Am I an Evangelical?

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Every now and then, I like to examine myself and see where I fall on issues. Am I still a Mainliner? Am I drifting away, towards apostasy, or worse, evangelicalism? Am I committed to remaining open on the non-essentials and charitable in all things?

In a recent conversation, the term “evangelical” was mentioned. Admittedly, I am not a fan of this term even though I know many who claim to hold are not evangelicals in the historic sense of the word. Rather, many who hold it have slid into fundamentalism where biblicalism has become boisterous literalism.

When I asked “what is an ‘evangelical,'” David Bebbington was brought up.

Historian David Bebbington also provides a helpful summary of evangelical distinctives, identifying four primary characteristics of evangelicalism:

  • Conversionism: the belief that lives need to be transformed through a “born-again” experience and a life long process of following Jesus.
  • Activism: the expression and demonstration of the gospel in missionary and social reform efforts
  • Biblicism: a high regard for and obedience to the Bible as the ultimate authority
  • Crucicentrism: a stress on the sacrifice of Jesus Christ on the cross as making possible the redemption of humanity

I want to take these issues one at a time.

  • Coversionism. I do not believe in the “born again” status. I think this passage in St. John’s Gospel is sadly misused and applied to a one time experience much to destruction of the original intent. However, I do believe we are to be engaged in a life-long process of “being saved.” I think St. Paul’s use of different tenses excludes a “conversion experience” but rests on many experiences throughout the life of the Christian. I never say “yes” to the question of, “Are you saved?” Rather, I answer with “I have been saved; I am being saved; and I will be saved.” See here for the Orthodox view.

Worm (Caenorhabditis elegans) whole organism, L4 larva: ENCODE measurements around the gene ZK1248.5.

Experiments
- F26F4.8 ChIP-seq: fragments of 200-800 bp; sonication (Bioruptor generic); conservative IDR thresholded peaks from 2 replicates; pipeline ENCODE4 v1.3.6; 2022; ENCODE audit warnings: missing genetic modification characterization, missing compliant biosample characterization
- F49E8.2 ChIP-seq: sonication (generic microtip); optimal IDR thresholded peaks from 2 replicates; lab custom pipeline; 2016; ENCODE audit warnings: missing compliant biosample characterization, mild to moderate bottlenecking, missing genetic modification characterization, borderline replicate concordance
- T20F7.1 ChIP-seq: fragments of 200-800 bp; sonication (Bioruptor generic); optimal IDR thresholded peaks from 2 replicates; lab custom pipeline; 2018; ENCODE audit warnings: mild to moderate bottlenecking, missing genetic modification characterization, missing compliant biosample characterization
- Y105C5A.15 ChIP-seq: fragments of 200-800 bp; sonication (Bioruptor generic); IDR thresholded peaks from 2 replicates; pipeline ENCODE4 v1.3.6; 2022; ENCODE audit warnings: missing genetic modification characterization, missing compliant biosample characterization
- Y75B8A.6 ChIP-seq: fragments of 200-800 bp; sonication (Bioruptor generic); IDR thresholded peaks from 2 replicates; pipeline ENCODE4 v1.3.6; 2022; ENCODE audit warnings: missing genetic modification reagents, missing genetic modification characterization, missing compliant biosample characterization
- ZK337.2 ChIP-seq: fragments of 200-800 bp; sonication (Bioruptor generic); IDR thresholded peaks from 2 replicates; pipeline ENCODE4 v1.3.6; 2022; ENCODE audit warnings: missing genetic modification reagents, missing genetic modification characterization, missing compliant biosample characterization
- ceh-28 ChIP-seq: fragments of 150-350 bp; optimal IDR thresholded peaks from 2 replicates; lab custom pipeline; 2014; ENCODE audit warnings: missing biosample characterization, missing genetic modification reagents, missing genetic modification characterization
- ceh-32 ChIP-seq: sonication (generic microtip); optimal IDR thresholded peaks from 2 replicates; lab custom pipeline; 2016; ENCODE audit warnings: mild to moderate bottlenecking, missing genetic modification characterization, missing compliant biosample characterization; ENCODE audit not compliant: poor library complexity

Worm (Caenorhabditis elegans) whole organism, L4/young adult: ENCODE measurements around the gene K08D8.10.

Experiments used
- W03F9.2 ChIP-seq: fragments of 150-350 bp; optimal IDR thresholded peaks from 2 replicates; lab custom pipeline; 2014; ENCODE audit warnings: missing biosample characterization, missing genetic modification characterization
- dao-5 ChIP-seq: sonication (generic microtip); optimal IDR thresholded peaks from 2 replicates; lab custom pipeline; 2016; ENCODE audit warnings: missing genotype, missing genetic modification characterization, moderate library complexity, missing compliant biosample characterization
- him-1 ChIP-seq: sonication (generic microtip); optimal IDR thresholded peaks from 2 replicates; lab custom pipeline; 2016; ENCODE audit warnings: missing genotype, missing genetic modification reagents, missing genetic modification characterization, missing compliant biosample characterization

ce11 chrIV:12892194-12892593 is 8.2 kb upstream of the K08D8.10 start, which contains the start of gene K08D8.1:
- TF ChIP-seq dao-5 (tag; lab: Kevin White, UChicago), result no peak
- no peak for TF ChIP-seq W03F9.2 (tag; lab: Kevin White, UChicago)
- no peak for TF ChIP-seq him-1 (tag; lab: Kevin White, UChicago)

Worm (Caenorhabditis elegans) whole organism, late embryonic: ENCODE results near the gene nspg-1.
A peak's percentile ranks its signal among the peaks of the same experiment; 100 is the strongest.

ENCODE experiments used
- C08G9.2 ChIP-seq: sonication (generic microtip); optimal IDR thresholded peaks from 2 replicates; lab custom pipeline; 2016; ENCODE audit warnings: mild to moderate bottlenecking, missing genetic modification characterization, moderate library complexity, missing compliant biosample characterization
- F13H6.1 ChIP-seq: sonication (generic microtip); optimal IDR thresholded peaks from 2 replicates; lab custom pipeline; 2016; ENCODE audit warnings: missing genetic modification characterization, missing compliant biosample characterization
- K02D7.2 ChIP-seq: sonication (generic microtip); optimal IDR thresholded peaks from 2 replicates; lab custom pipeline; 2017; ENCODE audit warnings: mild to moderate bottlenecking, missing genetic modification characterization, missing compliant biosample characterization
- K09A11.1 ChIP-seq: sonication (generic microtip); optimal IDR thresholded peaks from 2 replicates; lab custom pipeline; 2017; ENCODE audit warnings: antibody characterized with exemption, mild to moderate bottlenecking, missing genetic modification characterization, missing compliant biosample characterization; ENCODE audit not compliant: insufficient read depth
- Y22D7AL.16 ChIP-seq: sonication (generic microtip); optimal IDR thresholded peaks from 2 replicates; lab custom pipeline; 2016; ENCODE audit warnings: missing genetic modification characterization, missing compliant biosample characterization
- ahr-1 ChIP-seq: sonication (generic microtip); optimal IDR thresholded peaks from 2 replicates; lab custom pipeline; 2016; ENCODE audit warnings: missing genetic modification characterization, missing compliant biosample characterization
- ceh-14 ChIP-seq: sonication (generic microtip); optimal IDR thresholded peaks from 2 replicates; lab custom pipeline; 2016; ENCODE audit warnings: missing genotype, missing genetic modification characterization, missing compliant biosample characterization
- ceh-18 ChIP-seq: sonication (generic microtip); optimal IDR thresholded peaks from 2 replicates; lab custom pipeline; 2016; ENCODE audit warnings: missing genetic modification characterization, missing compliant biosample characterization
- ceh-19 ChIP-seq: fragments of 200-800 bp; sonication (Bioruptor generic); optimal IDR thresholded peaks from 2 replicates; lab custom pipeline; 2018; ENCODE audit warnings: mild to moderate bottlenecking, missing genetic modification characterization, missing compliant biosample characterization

• Activism: I agree with this, completely. This is what draws me to United Methodism. I believe we are made disciples to transform the world, through discipleship and social holiness.
  • Biblicalism: I have a high view of Scripture — I do not take it literally. I do not take it as the ultimate authority. It is a primary authority, yet creeds and Tradition preceded Scripture. Scripture is validated through Tradition, the Tradition of the Church universal. Scripture likewise validates Holy Tradition. I am not “obedient to the Bible,” but to Holy Tradition which likewise includes the rule of faith (used to interpret Scripture), the councils, and the voices of the Fathers. Never once are we told the Holy Spirit dwells in the bible, but we are told it dwells in the Church, speaks through Scripture, and calls us today. This means that while eternal truths will not change, our own dogma may. A (narrow?) biblicalism is where I depart most heavily from Bebbington’s “evangelical.”
  • Crucicentrism: There is Christianity without Jesus Christ, no Jesus Christ without the Cross. While we may see the sacrifice, or death of Jesus, on the cross through our respective lens, the atonement is an essential.

In the end, I am 2/4’s evangelical. I do not consider the Christian life a one-time experience, but see prevenient, justifying, and sanctifying grace as actively transforming the person throughout life. And with Wesley, and numerous others, I too believe in an intermediate state.

What about you? Do you identify as an evangelical, and if so, how come?

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2 Replies to “Am I an Evangelical?”

  1. I usually answer by saying “Not by today’s standards, but I would consider myself an 18th century evangelical.” In other words, I identify with the Wesleyan revival and its social activism tied to conversion…


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